Here are some of the quick tips to improve landing page experience:
- Make your landing page’s most prominent or opening line match with ad headline if possible
- Have the same or similar CTA on the landing page as in the ad if possible
- The mobile version of your landing page should be talking to the point, no exaggeration. The visitors from mobile devices need quick answers. Think of a user browsing from the bus stop waiting for the bus?
- Optimize your page speed to the best you can
- Have https version of the URL
- Have contact information accessible from every page
- Have CTA buttons bigger and broader on mobile-specific pages. Give enough space around it so that it does not overlap with any other link. In short, make it easy to touch and take actions.
Things that don’t impact your AdWords quality score:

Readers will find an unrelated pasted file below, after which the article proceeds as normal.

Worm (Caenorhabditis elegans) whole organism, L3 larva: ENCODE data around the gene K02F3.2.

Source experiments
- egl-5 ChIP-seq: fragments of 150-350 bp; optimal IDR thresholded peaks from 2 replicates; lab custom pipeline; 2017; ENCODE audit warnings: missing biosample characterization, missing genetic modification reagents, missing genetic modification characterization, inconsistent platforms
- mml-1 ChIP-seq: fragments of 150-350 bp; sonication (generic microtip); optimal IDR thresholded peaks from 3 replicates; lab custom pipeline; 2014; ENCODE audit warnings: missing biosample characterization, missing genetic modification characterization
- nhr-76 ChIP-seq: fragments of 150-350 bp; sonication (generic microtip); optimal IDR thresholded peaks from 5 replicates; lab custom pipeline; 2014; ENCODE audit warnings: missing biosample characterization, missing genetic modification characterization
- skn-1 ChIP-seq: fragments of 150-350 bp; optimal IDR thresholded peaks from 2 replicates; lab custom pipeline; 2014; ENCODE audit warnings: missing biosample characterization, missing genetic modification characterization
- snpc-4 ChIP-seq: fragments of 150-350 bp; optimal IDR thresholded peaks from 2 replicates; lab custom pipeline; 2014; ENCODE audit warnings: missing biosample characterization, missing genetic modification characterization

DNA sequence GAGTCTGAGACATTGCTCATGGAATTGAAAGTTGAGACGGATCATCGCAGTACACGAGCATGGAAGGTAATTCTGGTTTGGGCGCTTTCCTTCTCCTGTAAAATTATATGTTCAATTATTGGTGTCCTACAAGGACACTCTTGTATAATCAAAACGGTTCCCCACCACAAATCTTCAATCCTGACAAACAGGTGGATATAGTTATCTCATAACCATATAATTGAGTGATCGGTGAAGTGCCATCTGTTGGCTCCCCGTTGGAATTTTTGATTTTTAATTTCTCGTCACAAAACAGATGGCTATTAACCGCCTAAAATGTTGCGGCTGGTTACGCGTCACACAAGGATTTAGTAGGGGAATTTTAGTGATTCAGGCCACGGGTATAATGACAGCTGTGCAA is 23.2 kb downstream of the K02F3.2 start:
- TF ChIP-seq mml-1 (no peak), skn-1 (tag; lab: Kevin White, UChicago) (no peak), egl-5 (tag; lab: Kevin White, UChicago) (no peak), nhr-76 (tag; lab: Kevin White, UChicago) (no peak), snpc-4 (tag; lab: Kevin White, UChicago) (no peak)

The one most significant adverse effect of the internet being more and more accessible and popular every day is that today we have a reasonably large number of self-proclaimed experts. Everyone says they are experts. If it’s right, it’s fantastic. If it isn’t, several myths are bound to surface. And in the context of AdWords, it’s innumerable. Here are a few facts in the context of quality score that will keep you safe and myths away:
- Your average ad position does not impact your quality score at all.
- The calculation of Expected CTR does not account for average ad positions at all.
- Your account structure, the way you have named and structured your campaigns and ad-groups, does not impact your ad quality score.
- Your performance of ads in Display Network does not impact your quality score on the search network.